Refugee Education in Kenya and Uganda: Xavier Project Takes the Lead
Education is the most neglected sector when it comes to humanitarian response on a global level. It is the most underfunded, yet continues to be one of the most important. The Xavier Project works to provide safe, educational opportunities to refugee children living in urban areas of Kenya and Uganda.

Founded in 2008 by an ambitious young university student in the United Kingdom, the Xavier Project first took off after a 400-person shindig raised 1,500 pounds to help support refugee education in Kenya and Uganda. Since then, the project continues to offer a sustained and individually tailored education program through financial sponsorship, outside support and mentoring.

The project sets its focus on three crucial areas: education, livelihood and media. The education department of Xavier Project aims to increase access to a good formal education for refugee children in Kenya and Uganda. The “Tamuka department” aims to make vocational and life-long learning available to all refugees even in emergency situations.

The education department helps to increase access to education in Kenya and Uganda through sponsorship of refugee children. The sponsorship provides extra-curricular courses and camps, school visits with mobile libraries and teacher training programs, and runs activities to promote the education of refugee girls. Through access to libraries and mobile phone learning opportunities, the project provides refugees with ways of enhancing their learning from home and outside of school.

By paying school fees and through other support Xavier Project is giving 996 refugee children the opportunity to go to school. In Kenya, that is 65 in early childhood development, 592 primary school students and 159 secondary school students. In Uganda, that is 154 primary school students and 26 secondary school students.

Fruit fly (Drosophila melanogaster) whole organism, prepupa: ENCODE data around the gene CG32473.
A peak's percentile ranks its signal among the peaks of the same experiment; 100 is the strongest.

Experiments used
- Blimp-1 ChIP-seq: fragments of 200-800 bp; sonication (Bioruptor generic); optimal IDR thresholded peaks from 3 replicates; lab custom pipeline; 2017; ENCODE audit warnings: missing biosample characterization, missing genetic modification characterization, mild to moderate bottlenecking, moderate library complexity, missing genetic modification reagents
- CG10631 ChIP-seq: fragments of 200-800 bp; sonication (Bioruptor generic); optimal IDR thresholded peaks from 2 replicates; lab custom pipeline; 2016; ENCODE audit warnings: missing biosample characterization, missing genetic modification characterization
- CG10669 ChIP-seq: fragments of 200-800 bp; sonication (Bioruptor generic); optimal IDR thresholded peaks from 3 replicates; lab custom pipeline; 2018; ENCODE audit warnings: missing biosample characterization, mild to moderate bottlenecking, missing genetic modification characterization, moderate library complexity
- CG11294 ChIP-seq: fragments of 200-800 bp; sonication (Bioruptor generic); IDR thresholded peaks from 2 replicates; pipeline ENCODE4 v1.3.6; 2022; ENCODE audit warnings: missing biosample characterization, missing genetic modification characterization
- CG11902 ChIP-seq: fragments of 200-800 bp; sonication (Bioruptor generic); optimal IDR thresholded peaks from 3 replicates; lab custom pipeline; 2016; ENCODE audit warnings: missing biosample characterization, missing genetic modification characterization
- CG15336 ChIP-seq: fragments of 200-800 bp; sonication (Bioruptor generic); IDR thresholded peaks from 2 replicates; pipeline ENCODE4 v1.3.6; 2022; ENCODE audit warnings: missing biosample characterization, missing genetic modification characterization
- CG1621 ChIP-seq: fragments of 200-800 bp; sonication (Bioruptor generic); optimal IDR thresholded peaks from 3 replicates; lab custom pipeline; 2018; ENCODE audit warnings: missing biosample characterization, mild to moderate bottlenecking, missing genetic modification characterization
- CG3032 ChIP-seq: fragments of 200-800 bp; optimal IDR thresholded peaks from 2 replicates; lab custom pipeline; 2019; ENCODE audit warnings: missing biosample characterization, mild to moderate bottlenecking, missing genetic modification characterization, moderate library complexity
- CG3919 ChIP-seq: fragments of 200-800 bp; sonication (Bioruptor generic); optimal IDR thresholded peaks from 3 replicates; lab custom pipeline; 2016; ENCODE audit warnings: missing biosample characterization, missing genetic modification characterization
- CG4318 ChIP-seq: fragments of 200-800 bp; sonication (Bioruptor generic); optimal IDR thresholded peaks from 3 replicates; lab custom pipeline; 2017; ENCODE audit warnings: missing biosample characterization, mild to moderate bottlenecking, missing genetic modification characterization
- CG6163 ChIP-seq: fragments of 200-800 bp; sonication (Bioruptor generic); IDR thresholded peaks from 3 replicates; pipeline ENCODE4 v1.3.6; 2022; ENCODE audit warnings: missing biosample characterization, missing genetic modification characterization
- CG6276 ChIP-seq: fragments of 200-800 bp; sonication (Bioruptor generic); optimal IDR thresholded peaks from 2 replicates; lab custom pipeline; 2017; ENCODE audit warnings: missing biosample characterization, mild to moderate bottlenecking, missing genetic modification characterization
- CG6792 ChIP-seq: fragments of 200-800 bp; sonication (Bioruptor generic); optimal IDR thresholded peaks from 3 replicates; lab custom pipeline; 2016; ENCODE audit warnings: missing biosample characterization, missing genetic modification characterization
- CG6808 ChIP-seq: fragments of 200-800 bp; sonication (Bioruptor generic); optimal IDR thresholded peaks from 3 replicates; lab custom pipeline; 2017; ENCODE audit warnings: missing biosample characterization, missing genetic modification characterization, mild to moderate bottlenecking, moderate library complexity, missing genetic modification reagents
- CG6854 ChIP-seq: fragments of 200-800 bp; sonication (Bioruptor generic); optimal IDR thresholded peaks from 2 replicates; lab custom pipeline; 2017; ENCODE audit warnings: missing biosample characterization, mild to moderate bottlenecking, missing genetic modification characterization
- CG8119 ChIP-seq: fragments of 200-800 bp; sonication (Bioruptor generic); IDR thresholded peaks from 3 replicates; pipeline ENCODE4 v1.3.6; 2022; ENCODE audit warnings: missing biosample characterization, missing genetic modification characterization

Tamuka is the program designed to handle the media side of things within Xavier Project. It is the platform to give refugees an audible voice and let them speak out about the realities of their lives. Refugees are able to publish, learn from and interact with unbiased information anonymously and without necessarily having access to the internet.

The goal of Tamuka is that through an open media, refugees will be able to bring about social change in their host country or country of origin in a gradual and democratic way. Xavier Project wants refugees to be able to tell the rest of the world about their personal experiences. Voicing their stories could lead the international community to question processes and existing policies that they take for granted.

In 2015 Xavier Project’s consolidated income was 350,000 pounds of which 38 percent was unrestricted funding. Since 2008 Xavier Project’s income has increased by at least 50 percent every year. Their initiative to move the gauge forward when it comes to refugee education in Kenya and Uganda has been anything short of successful.

Keaton McCalla

Photo: Flickr